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This is How a Healthy Heart Diet Looks Like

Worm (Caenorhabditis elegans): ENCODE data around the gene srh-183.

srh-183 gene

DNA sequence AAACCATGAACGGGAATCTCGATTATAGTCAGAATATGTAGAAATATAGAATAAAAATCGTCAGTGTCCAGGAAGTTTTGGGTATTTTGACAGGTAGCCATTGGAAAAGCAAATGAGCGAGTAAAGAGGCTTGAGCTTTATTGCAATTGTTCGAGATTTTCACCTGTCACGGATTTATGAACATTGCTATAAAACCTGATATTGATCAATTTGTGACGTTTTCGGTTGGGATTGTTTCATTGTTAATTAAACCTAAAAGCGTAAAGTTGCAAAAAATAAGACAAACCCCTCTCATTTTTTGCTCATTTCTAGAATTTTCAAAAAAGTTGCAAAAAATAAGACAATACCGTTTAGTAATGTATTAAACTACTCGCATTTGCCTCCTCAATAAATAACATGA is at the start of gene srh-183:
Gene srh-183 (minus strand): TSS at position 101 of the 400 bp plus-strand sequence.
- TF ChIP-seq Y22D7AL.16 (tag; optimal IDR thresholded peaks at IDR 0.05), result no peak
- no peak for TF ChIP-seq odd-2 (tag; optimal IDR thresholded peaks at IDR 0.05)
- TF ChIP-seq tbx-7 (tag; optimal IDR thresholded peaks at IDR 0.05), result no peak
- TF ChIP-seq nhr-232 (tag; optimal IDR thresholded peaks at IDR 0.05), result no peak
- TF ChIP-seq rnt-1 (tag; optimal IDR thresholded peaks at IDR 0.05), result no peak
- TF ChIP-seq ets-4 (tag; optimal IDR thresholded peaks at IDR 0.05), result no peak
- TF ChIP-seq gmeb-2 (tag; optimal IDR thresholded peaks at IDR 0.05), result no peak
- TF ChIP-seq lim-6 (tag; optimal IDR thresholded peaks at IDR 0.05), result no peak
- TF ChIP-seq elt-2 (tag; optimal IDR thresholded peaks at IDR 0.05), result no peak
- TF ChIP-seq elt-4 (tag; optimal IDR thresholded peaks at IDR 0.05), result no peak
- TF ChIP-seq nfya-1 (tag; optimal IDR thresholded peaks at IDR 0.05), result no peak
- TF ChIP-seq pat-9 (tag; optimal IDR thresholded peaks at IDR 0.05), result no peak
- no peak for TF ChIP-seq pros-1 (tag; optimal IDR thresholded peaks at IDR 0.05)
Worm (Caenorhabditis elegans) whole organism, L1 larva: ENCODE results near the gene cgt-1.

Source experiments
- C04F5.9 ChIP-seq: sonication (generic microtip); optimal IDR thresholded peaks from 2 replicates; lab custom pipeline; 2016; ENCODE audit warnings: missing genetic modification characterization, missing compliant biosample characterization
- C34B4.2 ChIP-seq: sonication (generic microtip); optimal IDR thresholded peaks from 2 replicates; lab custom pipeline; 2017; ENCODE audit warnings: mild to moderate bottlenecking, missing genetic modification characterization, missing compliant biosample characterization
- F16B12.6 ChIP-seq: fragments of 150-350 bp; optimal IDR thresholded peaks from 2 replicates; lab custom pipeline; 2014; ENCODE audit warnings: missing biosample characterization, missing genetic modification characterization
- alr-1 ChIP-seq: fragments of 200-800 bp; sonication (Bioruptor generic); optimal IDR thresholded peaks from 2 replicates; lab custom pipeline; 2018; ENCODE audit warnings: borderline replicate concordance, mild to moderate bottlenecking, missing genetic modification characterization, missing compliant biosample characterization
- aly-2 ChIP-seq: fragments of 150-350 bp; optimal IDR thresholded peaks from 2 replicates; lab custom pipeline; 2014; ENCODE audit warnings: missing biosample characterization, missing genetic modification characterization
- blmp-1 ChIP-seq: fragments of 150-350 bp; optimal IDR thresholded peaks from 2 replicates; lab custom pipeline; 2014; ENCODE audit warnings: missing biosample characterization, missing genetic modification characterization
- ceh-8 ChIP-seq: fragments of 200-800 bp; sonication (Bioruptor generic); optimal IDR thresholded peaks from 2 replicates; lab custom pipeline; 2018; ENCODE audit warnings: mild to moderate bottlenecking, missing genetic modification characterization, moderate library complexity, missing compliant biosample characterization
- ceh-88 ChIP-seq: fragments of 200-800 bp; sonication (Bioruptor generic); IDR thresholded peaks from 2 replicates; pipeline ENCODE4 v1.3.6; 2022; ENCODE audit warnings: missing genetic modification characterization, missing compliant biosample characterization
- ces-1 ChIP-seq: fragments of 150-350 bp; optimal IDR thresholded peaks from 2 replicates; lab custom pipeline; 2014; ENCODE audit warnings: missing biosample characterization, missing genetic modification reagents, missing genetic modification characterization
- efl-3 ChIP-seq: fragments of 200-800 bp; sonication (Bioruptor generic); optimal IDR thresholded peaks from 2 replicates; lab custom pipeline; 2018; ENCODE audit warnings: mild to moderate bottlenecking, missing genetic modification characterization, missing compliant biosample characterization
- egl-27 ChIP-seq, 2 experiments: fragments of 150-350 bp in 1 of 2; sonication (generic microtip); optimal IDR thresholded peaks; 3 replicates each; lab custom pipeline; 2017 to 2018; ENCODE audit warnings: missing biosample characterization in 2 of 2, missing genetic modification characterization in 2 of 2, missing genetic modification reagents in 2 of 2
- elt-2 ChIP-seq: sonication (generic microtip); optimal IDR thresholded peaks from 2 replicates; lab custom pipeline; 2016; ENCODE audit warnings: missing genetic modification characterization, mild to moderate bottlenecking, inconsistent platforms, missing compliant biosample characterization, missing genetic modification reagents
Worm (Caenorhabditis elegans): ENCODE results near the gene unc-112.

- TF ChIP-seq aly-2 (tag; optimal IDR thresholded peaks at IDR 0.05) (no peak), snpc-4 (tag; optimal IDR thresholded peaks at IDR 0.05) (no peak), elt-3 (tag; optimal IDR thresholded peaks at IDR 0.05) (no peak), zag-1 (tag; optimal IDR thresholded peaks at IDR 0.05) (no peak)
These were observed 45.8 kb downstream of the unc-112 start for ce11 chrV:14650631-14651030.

A healthy heart is what it takes to keep the clock running smoothly for the long haul. Anything that burns up energy from walking, running, cycling, swimming etc. involves function of the heart and if you plan on living a long and active life, you need to always ensure that the heart is functioning well. In fact, various incidences of heart attack in young adults have drawn attention to how crucial your heart health is. Eating right accompanied by regular exercising is the basic need for a stronger heart and a healthier body. Apart from following certain healthy heart diet tips, you should also be wary of and subside by certain lifestyle changes such as quitting smoking, working on the belly fat, stretching, trying to keep the blood pressure, sugar, cholesterol and triglycerides in check, keeping the inner child alive, enjoying life, avoiding stress and meditating. Make sure to schedule your full body check up from time to time and keep an eye on your vital numbers. Heart health needs a little care of other body systems to The National Institute of Diabetes and Digestive and Kidney Diseases states, “High blood glucose from diabetes can damage your blood vessels and the nerves that control your heart and blood vessels. Over time, this damage can lead to heart disease.” If you have diabetes, your chances of developing heart disease at a younger age are higher than people without diabetes. Those who have a family history of diabetes should get the HbA1c test, also known as glycated hemoglobin, which measures the average glucose levels. HbA1c normal range is between 4% to 5.6%; a higher range indicates excess of sugar in the body, meaning you are likely to develop diabetic problems. It is a vital part of full body check up too. Please note that the HbA1c test is a blood test and different from a regular finger pricking test. As per some studies, optimum vitamin B12 levels and folic acid can help prevent heart disease by reducing the body's levels of homocysteine. It is an amino acid homocysteine that has been shown to cause harm to the heart by raising clot formation in the blood vessels. Wondering when to get a vitamin B12 blood test? If one is feeling certain symptoms such as depression, fast heartbeat, poor memory or dementia, it may indicate vitamin B12 deficiency. One should also go for a regular master health check up, including heart checkup that will help you keep your heart and overall body health in check and make recommendations for precautions and measures accordingly for a long, healthy and prosperous life. Here are some dietary suggestions that will ensure the finely tuned machine is fueled right. Fresh fruits and vegetables:Rich in essential minerals and vitamins, these are high in dietary fibre and low in calories. Berries, papaya, tomatoes, oranges, kale, spinach etc. help improve arterial function, and keep blood pressure in check. Higher the portion of fruits and vegetables in your diet, lower are the risks of heart diseases. Dark chocolates:Interestingly yes, consumption of dark chocolates has been associated with lowering the risk of getting heart problems. Chocolates contain antioxidants like flavonoids that have been found to promote heart health as per some studies. Moderate intakes are advisable as chocolates are still high in calories and sugar. Almonds and Walnuts:They contain various vitamins and minerals and are a great source of fibre and other micronutrients. Incorporating them in your diet, soaking them overnight or keeping them on your office desk, will help reduce bad cholesterol, keep the arteries clear and ultimately shield us from heart diseases. Olive oil:With strong evidence based on various studies and experiments, olive oil is found to be an essential ingredient lowering the risk of developing heart problems. Thanks to its rich antioxidant properties, it has been proven to be a relief for inflammation as well as for treating hypertension. Sprinkle it on vegetables and enjoy the many benefits it offers. Green tea:Among the many benefits it has, green tea may prevent cell damage, improve insulin sensitivity and reduce inflammation. Replacing your regular tea with green tea can be a first step to manage blood pressure and blood sugar. Protein enriched foods:Fish, lean meat, poultry, dairy products, eggs etc. can be some good low fat protein sources to include in your diet. If you are a vegetarian, you can eat beans, peas, lentils etc. whereas non vegetarians can go for omega 3 fatty acids found in fishes like salmon, mackerel etc. Flaxseed oil:mixing it with about anything, be it morning cereal, afternoon veggies or yoghurt or dessert muffins, will yield high antioxidant properties. Rich is omega 3, flaxseed oil contains both soluble and insoluble fibre. Eating right is vital for the heart. Changing eating habits is often tough, but controlling the portion size of what goes inside the belly can be your way towards a healthy heart and incorporating these dietary tips in your schedule can be a great way to kick start. Ultimately the power to maintain and keep ourselves fit is in your hands; so make healthier choices and live a lifestyle that keeps your heart healthy and always smiling!